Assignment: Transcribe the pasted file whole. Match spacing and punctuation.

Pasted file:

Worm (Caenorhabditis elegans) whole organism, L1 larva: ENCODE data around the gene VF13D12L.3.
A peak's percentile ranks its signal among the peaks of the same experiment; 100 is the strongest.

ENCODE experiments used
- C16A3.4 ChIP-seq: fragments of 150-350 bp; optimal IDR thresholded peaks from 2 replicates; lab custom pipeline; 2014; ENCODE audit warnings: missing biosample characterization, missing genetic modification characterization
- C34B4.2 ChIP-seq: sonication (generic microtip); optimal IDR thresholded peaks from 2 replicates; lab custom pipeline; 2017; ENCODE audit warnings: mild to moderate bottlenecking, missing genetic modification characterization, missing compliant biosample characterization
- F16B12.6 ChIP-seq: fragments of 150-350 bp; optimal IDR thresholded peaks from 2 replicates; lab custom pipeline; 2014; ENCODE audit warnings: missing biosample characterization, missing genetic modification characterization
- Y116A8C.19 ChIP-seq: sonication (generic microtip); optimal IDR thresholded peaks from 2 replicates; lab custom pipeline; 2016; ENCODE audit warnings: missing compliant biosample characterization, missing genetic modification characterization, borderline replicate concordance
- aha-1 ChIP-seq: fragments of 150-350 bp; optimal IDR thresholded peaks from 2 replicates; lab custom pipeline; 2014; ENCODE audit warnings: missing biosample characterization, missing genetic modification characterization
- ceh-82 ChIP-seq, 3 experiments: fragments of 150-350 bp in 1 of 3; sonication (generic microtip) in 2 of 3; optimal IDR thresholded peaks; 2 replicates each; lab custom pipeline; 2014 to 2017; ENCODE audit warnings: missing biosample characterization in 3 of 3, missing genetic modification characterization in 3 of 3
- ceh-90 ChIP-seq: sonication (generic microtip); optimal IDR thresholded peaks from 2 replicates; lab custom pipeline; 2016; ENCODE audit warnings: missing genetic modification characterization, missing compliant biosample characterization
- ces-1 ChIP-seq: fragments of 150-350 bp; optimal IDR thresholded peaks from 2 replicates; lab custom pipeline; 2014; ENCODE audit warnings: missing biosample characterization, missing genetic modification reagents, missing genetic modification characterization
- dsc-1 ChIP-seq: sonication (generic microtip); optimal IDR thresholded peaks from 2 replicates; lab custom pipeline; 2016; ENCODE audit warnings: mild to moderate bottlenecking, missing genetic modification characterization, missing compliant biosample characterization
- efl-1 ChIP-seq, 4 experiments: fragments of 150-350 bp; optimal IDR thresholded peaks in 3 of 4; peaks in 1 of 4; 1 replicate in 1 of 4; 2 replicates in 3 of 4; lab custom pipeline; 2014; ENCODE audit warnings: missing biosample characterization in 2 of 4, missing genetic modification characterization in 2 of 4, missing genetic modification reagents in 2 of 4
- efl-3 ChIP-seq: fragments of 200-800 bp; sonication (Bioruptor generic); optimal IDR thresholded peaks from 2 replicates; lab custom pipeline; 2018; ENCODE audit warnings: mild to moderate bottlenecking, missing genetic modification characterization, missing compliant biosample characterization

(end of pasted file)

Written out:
Worm (Caenorhabditis elegans) whole organism, L1 larva: ENCODE data around the gene VF13D12L.3.
A peak's percentile ranks its signal among the peaks of the same experiment; 100 is the strongest.

ENCODE experiments used
- C16A3.4 ChIP-seq: fragments of 150-350 bp; optimal IDR thresholded peaks from 2 replicates; lab custom pipeline; 2014; ENCODE audit warnings: missing biosample characterization, missing genetic modification characterization
- C34B4.2 ChIP-seq: sonication (generic microtip); optimal IDR thresholded peaks from 2 replicates; lab custom pipeline; 2017; ENCODE audit warnings: mild to moderate bottlenecking, missing genetic modification characterization, missing compliant biosample characterization
- F16B12.6 ChIP-seq: fragments of 150-350 bp; optimal IDR thresholded peaks from 2 replicates; lab custom pipeline; 2014; ENCODE audit warnings: missing biosample characterization, missing genetic modification characterization
- Y116A8C.19 ChIP-seq: sonication (generic microtip); optimal IDR thresholded peaks from 2 replicates; lab custom pipeline; 2016; ENCODE audit warnings: missing compliant biosample characterization, missing genetic modification characterization, borderline replicate concordance
- aha-1 ChIP-seq: fragments of 150-350 bp; optimal IDR thresholded peaks from 2 replicates; lab custom pipeline; 2014; ENCODE audit warnings: missing biosample characterization, missing genetic modification characterization
- ceh-82 ChIP-seq, 3 experiments: fragments of 150-350 bp in 1 of 3; sonication (generic microtip) in 2 of 3; optimal IDR thresholded peaks; 2 replicates each; lab custom pipeline; 2014 to 2017; ENCODE audit warnings: missing biosample characterization in 3 of 3, missing genetic modification characterization in 3 of 3
- ceh-90 ChIP-seq: sonication (generic microtip); optimal IDR thresholded peaks from 2 replicates; lab custom pipeline; 2016; ENCODE audit warnings: missing genetic modification characterization, missing compliant biosample characterization
- ces-1 ChIP-seq: fragments of 150-350 bp; optimal IDR thresholded peaks from 2 replicates; lab custom pipeline; 2014; ENCODE audit warnings: missing biosample characterization, missing genetic modification reagents, missing genetic modification characterization
- dsc-1 ChIP-seq: sonication (generic microtip); optimal IDR thresholded peaks from 2 replicates; lab custom pipeline; 2016; ENCODE audit warnings: mild to moderate bottlenecking, missing genetic modification characterization, missing compliant biosample characterization
- efl-1 ChIP-seq, 4 experiments: fragments of 150-350 bp; optimal IDR thresholded peaks in 3 of 4; peaks in 1 of 4; 1 replicate in 1 of 4; 2 replicates in 3 of 4; lab custom pipeline; 2014; ENCODE audit warnings: missing biosample characterization in 2 of 4, missing genetic modification characterization in 2 of 4, missing genetic modification reagents in 2 of 4
- efl-3 ChIP-seq: fragments of 200-800 bp; sonication (Bioruptor generic); optimal IDR thresholded peaks from 2 replicates; lab custom pipeline; 2018; ENCODE audit warnings: mild to moderate bottlenecking, missing genetic modification characterization, missing compliant biosample characterization